Low-level malaria carriers are the source of 20-50 percent of transmissions

Disease researchers published a study on Tuesday showing that low-level malaria carriers are the likely source of 20 to 50 percent of all transmissions from humans to mosquitoes.

The study gathered data from more than 100 surveys from endemic countries. The researchers found that low-level carriers with submicroscopic malaria infections cause so many infections because there are a large number of low-level carriers in particular geographic areas, the Examiner reports.

"The data show that low-density, submicroscopic malaria infections are most common in areas with low levels of malaria transmission, which is surprising since people are less likely to have immunity from previous malaria attacks," Lucy Okell, the lead author of the study, said, according to the Examiner. "Control programs are increasingly considering the use of screen and treat programs, and our results suggest that in some areas it may be worth investing in more sensitive diagnostic methods."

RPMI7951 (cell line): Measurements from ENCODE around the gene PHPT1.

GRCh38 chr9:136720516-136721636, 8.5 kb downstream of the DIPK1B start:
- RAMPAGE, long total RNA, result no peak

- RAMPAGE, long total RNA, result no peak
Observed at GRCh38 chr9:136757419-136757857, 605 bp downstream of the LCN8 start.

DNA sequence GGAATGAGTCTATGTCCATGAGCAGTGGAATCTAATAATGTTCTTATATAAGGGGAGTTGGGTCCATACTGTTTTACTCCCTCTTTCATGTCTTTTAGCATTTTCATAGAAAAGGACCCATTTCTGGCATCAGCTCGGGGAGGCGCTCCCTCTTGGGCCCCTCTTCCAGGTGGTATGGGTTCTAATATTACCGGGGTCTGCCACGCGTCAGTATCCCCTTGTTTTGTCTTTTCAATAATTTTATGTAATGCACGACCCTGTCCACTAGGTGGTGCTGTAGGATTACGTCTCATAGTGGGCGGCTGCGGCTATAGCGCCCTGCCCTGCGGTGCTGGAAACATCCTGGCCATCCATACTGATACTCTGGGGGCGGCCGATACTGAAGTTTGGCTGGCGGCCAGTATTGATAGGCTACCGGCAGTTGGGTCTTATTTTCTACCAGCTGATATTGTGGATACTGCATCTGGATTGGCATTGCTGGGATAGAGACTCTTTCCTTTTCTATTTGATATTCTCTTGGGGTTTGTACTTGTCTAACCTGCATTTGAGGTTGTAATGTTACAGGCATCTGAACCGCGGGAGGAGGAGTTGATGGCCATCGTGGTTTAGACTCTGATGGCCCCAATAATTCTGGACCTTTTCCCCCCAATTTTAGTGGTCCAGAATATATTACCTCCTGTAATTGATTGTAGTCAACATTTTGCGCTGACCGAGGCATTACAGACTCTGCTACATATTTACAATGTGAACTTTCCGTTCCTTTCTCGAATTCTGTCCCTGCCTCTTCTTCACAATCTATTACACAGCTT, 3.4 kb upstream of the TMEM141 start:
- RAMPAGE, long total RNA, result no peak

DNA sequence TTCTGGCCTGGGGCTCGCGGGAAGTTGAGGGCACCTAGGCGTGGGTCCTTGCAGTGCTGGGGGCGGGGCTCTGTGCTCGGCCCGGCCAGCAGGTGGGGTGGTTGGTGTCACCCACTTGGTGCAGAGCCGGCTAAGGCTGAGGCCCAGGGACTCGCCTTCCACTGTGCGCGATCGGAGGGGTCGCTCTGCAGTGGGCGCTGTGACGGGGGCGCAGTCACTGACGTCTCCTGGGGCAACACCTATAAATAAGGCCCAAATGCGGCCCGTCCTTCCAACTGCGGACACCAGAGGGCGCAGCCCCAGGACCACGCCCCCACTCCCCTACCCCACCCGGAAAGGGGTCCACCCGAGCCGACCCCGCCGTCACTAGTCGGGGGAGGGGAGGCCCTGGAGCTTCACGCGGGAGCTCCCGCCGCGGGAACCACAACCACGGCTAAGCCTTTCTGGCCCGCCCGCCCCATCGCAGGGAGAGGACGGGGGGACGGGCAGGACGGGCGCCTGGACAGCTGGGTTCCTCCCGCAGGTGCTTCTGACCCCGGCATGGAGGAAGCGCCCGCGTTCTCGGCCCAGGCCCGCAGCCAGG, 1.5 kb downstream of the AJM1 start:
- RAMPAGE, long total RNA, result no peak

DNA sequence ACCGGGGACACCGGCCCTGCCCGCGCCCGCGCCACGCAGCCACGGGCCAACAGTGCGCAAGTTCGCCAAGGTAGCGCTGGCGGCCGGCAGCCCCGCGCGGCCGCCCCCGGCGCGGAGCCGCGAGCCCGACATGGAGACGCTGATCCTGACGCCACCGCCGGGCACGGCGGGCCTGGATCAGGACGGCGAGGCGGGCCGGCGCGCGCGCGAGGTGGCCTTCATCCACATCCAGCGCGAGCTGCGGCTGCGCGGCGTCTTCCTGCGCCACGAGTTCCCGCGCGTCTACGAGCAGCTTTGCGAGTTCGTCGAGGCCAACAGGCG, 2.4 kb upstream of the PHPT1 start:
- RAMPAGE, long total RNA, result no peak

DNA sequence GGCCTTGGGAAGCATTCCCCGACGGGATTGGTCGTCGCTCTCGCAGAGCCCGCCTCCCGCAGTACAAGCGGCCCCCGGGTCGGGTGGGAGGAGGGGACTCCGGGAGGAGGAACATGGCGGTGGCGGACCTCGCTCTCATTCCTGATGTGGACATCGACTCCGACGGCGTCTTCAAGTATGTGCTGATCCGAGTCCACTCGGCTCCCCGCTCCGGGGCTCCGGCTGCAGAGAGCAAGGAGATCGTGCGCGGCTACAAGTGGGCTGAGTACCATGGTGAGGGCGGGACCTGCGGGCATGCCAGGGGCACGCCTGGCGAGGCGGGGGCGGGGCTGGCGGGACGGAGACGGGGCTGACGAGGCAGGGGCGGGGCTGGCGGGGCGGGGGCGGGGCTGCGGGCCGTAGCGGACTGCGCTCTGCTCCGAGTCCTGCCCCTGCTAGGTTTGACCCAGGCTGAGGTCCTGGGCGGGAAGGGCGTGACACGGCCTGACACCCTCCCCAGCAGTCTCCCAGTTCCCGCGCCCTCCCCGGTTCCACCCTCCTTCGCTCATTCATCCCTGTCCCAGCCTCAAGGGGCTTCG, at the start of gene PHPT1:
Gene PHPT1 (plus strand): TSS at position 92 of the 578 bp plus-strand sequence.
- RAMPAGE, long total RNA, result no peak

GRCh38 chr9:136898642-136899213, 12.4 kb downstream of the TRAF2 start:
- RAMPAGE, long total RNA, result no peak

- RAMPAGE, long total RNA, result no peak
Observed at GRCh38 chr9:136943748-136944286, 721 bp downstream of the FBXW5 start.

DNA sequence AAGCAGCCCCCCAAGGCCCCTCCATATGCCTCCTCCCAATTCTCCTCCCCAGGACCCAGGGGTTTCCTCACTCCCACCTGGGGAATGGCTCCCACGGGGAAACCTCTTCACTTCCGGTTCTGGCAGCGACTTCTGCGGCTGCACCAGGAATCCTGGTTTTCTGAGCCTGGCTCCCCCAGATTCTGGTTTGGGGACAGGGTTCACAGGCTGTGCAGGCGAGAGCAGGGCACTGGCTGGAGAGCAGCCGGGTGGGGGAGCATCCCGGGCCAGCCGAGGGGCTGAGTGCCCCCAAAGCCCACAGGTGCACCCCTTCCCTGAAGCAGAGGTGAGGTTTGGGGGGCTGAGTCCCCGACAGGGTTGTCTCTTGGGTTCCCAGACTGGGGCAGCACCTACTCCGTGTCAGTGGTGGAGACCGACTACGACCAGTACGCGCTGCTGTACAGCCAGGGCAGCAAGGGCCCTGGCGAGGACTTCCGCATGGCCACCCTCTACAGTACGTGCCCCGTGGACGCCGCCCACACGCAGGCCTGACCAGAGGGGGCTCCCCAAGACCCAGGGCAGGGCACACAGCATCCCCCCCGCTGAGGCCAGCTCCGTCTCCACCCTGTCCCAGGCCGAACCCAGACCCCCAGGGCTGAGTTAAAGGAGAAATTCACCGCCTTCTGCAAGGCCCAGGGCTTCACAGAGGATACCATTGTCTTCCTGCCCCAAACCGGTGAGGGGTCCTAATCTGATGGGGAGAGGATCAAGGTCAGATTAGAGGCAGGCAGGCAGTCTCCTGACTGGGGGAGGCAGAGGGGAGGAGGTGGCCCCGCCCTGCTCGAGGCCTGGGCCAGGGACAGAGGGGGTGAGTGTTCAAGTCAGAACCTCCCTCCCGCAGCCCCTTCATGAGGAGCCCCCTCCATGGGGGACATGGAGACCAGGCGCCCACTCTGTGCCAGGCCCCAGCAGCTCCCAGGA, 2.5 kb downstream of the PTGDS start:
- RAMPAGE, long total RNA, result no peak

Malaria detection often consists of two methods - routine microscopy and sensitive malaria techniques. The more sensitive PCR method detects twice as many malaria infections because it shows the submicroscopic infections as well.

Low-level carriers are less likely to transmit the malaria parasite than carriers with a heavy infection.

The research team consisted of scientists from Burkina Faso, the Netherlands and the United Kingdom. The study was published on Tuesday in the journal Nature Communications, the Examiner reports.